Democracy Labs Are Brewing a New Economy

 Democracy Labs are brewing the New Economy in several states. For instance, experiments are taking place to use a new metric for economic success and performance that gives a broader picture of sustainability and growth.  Vermont became the first state to pass a law introducing Genuine Progress Indicators (GPI), which take into account the wellbeing of citizens, communities and the planet. There are 26 ways the GPI can go up in a state or a nation such as getting more energy from renewables; increased energy efficiency; reducing the income gap; volunteering more for your community; preserving wetlands, forests, and farmland; shorter commutes and transport routes. Vermont has a five-year economic development plan that ties the state’s economic future to successfully growing the GPI over the next five years. It laid out specific goals and measurable targets for achieving this mission.Maryland, Oregon, Washington State, Colorado, and Hawaii are following Vermont’s example.

In a video interview, Alperovitz gives an overview of additional democracy labs experimenting with the New Economy that are currently taking place at the grassroots level and have the potential for change similar to that of the New Deal programs. He mentions worker owned cooperatives that capture the purchasing power of anchor institutions, the public banking movement, large scale community land trusts making a critical difference in the availability of affordable housing and the prevention of the displacement of low income families during neighborhood gentrification and the expansion of Community Development Financial Institutions.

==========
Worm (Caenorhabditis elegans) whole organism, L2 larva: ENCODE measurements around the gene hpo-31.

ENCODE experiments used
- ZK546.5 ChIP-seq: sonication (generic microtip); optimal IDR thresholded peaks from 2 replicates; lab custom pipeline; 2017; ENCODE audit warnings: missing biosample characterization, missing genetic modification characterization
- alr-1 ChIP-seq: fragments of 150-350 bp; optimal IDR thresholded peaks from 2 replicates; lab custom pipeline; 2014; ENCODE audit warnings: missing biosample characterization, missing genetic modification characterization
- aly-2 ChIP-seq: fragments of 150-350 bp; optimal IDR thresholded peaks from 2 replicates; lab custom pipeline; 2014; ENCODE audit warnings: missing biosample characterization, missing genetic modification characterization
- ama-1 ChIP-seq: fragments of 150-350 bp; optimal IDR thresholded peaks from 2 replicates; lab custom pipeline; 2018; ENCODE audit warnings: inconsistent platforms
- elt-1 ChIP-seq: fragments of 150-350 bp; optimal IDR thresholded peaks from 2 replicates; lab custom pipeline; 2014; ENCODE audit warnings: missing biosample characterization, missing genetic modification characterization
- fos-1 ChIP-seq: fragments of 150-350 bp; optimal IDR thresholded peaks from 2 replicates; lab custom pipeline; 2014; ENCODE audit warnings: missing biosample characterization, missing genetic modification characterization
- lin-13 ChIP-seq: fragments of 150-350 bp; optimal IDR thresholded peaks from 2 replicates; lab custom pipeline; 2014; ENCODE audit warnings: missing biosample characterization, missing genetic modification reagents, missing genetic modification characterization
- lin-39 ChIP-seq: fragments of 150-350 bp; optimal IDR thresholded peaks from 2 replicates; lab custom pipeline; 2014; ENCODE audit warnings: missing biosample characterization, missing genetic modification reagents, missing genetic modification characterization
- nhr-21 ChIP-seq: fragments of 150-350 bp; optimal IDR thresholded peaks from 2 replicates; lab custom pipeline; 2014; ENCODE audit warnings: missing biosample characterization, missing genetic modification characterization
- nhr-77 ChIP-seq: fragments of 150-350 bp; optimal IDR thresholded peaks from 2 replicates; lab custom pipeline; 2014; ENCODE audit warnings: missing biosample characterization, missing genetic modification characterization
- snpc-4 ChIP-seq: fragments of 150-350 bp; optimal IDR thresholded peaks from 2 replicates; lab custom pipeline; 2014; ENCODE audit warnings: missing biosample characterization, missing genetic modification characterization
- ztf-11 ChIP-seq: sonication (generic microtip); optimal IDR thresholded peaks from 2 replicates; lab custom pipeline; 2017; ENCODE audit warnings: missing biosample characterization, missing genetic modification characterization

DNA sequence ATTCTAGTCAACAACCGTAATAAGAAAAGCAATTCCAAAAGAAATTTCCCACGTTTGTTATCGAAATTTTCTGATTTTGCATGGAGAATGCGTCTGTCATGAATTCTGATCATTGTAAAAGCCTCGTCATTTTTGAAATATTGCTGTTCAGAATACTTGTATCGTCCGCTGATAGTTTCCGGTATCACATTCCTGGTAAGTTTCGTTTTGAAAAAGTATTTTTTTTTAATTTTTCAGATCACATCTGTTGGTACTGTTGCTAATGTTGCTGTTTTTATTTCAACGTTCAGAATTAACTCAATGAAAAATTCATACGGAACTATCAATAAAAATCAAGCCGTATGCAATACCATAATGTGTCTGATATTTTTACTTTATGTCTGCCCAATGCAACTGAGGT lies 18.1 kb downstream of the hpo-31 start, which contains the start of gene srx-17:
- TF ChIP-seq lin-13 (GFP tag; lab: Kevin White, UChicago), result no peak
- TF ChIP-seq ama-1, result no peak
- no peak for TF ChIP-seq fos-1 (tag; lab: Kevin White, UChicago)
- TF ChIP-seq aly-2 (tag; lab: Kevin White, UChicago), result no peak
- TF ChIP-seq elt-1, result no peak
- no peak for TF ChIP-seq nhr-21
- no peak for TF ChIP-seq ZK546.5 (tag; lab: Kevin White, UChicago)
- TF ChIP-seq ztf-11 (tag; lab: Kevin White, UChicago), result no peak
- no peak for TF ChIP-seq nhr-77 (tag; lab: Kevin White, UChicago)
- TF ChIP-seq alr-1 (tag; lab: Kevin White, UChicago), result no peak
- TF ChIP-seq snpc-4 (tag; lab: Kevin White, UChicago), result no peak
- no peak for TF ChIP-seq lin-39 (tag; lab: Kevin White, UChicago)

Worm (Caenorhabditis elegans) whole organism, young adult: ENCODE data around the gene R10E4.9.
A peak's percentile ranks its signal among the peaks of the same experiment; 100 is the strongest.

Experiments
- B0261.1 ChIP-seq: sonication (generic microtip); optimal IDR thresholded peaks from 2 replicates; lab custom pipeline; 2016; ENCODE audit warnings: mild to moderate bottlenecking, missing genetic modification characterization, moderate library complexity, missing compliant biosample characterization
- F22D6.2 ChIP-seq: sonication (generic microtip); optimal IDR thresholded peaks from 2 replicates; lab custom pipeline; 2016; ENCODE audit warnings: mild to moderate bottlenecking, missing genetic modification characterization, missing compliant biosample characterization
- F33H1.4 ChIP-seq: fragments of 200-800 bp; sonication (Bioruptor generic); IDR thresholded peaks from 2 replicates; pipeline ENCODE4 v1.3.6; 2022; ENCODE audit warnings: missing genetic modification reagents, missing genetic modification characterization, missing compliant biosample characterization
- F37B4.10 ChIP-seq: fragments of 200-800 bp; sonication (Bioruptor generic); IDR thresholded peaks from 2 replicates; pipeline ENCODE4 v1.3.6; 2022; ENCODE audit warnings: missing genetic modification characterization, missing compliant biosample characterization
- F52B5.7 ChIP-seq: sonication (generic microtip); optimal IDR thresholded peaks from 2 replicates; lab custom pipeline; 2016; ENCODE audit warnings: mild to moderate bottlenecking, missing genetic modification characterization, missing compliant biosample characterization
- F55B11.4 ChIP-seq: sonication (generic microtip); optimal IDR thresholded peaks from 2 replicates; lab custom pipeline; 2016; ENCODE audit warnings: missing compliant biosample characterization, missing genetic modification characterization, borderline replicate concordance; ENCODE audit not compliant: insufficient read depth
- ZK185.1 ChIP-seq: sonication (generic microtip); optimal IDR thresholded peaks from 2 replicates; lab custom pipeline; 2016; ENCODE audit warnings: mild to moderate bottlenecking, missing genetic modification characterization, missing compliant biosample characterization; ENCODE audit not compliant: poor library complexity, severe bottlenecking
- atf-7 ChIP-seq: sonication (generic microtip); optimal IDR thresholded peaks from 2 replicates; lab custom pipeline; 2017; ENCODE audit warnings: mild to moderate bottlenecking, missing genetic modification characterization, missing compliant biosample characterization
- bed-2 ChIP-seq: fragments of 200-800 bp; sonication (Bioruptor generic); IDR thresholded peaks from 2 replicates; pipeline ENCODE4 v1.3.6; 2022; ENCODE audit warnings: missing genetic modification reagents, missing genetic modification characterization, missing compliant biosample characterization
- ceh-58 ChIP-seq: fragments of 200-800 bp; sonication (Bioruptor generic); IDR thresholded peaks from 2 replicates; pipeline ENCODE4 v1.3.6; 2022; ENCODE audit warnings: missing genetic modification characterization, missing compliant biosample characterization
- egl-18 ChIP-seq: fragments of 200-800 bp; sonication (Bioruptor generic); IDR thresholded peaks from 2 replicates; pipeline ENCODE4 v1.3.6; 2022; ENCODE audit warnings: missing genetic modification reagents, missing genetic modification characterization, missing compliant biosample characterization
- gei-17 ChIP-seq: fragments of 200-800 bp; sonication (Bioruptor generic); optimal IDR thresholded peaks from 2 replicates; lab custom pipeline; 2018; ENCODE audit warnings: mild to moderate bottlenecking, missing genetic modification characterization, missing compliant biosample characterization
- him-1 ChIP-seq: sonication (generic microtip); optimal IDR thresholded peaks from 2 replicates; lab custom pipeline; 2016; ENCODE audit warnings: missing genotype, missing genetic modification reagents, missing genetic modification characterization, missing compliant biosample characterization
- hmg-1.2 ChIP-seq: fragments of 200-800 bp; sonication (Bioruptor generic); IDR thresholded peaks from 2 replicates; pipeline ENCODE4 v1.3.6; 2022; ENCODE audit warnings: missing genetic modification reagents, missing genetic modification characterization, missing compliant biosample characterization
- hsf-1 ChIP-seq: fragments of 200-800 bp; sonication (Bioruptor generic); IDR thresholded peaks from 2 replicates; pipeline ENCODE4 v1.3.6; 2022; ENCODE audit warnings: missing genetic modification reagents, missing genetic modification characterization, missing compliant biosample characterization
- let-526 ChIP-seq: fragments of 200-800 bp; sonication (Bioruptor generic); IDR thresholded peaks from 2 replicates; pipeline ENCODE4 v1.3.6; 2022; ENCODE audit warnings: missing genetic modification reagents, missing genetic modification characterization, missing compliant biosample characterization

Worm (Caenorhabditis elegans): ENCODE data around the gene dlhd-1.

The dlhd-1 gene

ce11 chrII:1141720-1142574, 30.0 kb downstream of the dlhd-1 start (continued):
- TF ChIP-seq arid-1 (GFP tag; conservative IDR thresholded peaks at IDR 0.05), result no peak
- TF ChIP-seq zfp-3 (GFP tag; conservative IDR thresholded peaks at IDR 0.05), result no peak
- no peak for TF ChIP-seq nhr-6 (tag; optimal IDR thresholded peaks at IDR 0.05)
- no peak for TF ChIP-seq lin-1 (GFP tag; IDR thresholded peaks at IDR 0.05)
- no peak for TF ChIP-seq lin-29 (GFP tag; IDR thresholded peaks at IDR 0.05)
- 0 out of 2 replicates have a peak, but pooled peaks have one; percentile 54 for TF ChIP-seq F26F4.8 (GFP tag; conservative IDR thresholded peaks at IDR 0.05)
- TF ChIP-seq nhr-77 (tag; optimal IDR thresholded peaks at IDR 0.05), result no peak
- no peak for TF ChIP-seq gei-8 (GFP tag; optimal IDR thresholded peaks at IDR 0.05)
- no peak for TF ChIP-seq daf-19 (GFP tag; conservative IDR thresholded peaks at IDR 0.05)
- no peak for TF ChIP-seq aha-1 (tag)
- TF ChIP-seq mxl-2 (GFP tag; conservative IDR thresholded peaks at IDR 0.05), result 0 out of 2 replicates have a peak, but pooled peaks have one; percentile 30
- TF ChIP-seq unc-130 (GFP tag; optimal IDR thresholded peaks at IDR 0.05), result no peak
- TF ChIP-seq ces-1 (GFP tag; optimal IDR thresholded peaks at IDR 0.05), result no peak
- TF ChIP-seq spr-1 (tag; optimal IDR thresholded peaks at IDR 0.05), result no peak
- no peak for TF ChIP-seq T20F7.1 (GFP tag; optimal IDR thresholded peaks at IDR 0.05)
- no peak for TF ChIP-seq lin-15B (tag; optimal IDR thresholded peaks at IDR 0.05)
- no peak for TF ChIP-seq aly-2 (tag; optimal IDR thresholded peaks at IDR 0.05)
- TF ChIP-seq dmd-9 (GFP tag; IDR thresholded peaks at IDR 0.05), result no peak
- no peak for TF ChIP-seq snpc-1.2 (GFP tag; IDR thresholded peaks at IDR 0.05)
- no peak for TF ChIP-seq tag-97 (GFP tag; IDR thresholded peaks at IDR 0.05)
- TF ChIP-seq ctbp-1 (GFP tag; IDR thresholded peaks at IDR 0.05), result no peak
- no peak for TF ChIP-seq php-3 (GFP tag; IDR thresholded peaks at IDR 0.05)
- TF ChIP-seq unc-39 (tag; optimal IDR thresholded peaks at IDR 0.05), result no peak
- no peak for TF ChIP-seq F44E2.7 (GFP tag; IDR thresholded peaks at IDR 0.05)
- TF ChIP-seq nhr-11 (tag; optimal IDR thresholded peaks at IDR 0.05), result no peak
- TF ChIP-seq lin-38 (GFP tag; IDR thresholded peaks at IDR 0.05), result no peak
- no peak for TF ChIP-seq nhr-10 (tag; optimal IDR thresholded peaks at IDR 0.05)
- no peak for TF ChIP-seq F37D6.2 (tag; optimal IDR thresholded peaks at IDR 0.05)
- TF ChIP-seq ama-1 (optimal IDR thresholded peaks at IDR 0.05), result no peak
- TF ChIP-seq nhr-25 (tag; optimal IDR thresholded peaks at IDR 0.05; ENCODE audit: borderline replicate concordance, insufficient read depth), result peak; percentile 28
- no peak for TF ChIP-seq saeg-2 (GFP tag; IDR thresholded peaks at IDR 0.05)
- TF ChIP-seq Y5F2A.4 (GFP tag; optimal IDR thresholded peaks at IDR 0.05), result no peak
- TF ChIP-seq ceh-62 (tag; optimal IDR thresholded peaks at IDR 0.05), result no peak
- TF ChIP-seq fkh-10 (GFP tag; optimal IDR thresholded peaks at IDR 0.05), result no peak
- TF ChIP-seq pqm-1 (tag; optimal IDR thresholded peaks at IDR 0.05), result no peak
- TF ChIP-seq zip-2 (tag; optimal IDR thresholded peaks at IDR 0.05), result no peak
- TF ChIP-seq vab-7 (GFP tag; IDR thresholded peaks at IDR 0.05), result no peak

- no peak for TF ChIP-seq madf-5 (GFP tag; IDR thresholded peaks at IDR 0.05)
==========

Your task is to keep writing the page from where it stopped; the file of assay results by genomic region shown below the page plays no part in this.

A shift is also occurring towards more state and city political empowerment.  California has passed laws that are leading experiments in addressing climate change. They involve increasing renewable energy use, putting more electric cars on the road, improving energy efficiency, and curbing emissions from key industries; and providing aid to low-income or minority communities located near polluting facilities such as oil refineries and factories. Cities for Action is a coalition of over 100 mayors and municipal leaders fighting for immigration reform and galvanizing the movement by launching inclusive policies and programs at the local level.

President Obama in his Farewell Address said: “I’m asking you to believe. Not in my ability to bring about change — but in yours.” He urged citizens to show up; dive it: and stay at it. So, dust off your lab coat and join fellow change-makers in the democracy laboratories in your neighborhood, city and state.



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